Lemon Balm (Melissa officinalis)

Lemon Balm is an outstanding herb for many purposes, including culinary uses. This very popular lemon-scented herb has bright green, puckered, egg-shaped leaves and small pale yellow flowers. Perennial though it is, it doesn’t invade the garden, but serves as a virtually evergreen groundcover in sun or shade. During the cool months, it can be cut back almost to the ground, and with warm weather, fresh new foliage will emerge from the center of the old plant.

Lemon Balm’s botanical name, Melissa, refers to the genus of which it is a member, a genus that has many members throughout Europe, Asia, and North America. The origin of the name is a Greek word that refers to “bee”, indicating the plant’s attraction for bees – a great benefit as pollinators in the home garden.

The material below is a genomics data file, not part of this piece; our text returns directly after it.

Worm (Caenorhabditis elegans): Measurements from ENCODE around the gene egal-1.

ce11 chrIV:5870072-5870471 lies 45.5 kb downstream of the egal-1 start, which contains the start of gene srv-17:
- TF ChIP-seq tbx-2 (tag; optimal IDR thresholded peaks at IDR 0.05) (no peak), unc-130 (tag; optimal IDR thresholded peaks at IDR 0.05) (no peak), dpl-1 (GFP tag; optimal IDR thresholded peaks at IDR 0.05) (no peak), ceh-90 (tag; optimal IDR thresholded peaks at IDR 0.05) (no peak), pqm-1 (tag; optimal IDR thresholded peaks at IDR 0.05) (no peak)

One of the easiest herbs to grow, in our mild sunny climate Lemon Balm reaches about 18 inches in height and is best in high shade. Full sun fades the deep green leaves to yellow and diminishes their flavor, whether intended for the teapot, a salad, or a garnish. Its delicate flavor is lost in cooking or drying, but the wonderful scent remains.

The Arbor Gate

Written by The Arbor Gate The Arbor Gate staff enjoys contributing to the blog along with our talented writers. As much as we enjoy contributing to this blog, we are the first to admit that we're much better with a shovel than a keyboard!